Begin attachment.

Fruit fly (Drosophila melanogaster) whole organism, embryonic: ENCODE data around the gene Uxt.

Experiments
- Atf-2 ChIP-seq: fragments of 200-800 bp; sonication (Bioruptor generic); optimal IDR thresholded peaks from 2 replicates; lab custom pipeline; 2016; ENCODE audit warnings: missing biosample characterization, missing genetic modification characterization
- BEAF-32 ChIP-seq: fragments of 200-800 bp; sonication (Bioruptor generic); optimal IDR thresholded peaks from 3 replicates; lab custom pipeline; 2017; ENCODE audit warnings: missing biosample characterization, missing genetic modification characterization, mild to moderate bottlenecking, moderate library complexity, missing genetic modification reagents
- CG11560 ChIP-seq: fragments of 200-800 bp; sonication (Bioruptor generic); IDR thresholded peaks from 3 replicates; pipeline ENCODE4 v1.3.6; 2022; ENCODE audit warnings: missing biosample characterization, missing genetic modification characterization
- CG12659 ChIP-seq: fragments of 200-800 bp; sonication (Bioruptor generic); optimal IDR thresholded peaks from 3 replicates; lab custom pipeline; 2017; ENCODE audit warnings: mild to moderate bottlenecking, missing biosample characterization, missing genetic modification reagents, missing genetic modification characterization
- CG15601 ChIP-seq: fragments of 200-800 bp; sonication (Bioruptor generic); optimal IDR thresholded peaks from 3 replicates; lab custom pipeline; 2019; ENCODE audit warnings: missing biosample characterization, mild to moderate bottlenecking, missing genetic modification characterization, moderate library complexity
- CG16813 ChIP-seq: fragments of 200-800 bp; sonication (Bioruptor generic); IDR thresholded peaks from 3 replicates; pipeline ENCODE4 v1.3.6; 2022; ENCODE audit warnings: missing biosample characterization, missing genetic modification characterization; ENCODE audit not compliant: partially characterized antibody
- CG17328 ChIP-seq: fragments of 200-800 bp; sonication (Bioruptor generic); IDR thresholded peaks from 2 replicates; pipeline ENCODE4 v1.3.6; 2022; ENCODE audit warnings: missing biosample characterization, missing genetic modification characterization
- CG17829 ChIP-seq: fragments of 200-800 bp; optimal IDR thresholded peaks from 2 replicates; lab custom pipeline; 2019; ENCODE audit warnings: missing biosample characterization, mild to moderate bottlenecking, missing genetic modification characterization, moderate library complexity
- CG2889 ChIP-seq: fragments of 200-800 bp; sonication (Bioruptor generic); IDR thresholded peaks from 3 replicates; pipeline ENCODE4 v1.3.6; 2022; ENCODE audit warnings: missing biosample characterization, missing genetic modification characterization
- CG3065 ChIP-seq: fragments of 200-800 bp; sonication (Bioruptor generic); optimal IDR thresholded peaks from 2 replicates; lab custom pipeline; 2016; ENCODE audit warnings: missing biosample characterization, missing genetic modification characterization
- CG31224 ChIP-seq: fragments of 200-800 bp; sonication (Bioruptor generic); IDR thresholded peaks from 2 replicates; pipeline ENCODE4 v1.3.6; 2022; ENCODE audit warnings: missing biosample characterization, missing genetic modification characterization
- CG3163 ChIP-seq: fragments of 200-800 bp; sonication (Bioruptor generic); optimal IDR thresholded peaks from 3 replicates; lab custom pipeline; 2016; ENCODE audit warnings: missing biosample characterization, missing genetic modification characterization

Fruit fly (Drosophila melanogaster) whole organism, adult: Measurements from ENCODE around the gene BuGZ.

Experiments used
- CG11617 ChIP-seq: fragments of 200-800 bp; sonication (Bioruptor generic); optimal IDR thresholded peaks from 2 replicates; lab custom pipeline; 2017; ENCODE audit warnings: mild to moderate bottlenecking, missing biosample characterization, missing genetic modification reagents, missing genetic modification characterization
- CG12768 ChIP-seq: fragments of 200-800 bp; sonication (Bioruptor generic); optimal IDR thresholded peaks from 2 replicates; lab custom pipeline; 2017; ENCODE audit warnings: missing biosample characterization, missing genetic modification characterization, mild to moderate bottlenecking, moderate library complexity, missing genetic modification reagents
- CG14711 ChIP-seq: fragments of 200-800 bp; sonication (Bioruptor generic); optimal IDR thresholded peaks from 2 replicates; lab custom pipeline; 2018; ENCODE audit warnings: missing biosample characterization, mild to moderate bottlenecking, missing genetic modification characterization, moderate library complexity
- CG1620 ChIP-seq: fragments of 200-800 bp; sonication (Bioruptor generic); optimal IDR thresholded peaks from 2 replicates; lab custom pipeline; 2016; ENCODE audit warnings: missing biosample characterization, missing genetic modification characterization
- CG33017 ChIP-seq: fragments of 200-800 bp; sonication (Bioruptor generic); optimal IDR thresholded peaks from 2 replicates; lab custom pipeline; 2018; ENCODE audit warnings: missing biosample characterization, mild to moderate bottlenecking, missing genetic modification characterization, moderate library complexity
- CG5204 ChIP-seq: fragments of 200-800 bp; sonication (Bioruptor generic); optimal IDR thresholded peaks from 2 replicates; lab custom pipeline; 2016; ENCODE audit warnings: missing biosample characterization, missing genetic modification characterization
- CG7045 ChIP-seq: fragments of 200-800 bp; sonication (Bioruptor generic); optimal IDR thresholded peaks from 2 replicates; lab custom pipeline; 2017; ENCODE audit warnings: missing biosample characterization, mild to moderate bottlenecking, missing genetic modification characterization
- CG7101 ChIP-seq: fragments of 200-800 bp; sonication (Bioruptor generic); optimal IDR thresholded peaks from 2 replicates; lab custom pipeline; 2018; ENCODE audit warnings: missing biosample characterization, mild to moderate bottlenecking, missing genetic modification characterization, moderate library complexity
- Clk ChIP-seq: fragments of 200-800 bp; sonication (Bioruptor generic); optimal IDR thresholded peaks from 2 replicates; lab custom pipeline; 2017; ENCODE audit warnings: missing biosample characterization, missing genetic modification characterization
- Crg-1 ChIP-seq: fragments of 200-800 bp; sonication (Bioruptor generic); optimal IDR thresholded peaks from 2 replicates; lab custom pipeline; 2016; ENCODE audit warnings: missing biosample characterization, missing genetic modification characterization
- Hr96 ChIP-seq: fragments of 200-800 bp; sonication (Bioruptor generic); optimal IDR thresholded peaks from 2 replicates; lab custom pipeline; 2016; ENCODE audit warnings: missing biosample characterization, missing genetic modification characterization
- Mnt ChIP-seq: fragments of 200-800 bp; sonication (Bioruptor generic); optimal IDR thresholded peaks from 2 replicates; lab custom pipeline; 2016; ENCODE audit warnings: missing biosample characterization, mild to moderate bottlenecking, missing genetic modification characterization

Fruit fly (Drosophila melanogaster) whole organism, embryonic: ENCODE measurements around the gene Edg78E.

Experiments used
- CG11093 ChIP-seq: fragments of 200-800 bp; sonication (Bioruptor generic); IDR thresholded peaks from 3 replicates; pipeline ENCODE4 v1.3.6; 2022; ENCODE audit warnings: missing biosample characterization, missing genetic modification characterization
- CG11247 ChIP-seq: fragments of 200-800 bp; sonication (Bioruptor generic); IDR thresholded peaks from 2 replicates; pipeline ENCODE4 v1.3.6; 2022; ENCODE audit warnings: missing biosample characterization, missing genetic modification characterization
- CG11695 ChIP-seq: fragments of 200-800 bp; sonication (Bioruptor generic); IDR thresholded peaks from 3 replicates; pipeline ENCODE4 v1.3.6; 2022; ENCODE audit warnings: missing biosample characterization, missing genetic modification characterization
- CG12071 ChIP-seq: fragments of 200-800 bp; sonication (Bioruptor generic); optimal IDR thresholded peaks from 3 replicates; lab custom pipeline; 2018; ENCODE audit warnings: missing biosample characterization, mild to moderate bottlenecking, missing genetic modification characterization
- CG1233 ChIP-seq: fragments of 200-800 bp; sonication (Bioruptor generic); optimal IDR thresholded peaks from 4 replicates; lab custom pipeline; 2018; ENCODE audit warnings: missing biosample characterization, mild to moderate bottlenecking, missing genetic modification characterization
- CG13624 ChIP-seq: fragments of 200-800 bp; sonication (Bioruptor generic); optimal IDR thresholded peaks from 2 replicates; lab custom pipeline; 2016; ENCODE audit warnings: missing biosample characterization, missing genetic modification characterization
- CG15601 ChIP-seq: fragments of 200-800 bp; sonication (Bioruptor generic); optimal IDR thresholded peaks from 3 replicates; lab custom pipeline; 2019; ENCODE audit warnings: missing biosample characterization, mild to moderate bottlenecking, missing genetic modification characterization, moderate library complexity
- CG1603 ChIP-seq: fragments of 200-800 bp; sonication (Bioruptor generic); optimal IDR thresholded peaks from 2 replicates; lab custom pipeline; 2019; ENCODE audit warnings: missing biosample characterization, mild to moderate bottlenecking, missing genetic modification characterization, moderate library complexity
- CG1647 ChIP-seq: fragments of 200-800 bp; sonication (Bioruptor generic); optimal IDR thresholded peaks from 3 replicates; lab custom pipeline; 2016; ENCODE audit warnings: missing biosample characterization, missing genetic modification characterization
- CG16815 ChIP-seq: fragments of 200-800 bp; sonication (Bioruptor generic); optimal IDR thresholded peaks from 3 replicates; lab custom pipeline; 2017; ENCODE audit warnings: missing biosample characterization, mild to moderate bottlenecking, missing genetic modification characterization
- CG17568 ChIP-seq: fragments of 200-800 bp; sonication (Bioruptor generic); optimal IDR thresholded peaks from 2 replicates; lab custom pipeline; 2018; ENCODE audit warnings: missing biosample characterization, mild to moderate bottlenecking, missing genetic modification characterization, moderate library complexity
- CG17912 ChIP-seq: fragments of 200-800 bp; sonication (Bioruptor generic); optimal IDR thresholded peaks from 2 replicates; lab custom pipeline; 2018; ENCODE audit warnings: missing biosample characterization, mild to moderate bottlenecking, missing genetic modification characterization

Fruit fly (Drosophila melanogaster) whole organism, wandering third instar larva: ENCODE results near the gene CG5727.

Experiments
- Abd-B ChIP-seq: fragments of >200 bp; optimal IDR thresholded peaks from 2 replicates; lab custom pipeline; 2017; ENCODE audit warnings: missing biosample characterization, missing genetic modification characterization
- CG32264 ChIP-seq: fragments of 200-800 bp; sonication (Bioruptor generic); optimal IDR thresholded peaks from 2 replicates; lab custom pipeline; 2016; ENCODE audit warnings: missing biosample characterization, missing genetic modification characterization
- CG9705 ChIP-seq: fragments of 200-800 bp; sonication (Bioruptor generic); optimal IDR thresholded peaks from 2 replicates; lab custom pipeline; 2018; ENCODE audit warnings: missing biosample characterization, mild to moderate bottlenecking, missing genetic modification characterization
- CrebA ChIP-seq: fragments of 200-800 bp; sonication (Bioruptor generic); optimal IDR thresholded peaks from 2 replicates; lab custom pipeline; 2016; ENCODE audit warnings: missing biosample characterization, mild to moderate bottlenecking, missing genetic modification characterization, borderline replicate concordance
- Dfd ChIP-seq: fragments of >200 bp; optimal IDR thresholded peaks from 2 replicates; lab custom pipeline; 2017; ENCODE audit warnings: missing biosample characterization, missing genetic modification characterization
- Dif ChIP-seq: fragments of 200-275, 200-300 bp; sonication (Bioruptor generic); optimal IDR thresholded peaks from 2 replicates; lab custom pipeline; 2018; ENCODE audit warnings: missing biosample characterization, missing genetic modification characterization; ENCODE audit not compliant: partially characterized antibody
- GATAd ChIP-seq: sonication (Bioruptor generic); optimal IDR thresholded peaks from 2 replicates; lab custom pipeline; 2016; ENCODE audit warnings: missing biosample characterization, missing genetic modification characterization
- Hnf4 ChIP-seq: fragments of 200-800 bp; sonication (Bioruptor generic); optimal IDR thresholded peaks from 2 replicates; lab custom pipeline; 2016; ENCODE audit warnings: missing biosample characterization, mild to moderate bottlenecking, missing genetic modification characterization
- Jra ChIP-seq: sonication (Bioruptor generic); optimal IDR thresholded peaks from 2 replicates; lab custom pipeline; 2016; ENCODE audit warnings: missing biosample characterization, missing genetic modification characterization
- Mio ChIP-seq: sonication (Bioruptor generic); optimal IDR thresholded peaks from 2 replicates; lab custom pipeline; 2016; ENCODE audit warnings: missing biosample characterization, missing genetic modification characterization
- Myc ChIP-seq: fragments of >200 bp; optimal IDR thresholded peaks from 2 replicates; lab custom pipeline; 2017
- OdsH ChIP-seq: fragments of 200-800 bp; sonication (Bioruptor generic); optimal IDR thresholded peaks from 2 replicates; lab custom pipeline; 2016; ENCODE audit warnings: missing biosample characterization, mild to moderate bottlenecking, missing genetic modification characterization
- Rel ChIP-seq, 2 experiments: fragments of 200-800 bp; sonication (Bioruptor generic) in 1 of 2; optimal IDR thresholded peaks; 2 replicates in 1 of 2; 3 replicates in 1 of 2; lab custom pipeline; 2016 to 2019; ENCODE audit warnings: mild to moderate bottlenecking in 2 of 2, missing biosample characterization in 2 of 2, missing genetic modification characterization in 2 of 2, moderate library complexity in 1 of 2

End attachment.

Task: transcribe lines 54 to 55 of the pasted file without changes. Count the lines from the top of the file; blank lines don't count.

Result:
- Mio ChIP-seq: sonication (Bioruptor generic); optimal IDR thresholded peaks from 2 replicates; lab custom pipeline; 2016; ENCODE audit warnings: missing biosample characterization, missing genetic modification characterization
- Myc ChIP-seq: fragments of >200 bp; optimal IDR thresholded peaks from 2 replicates; lab custom pipeline; 2017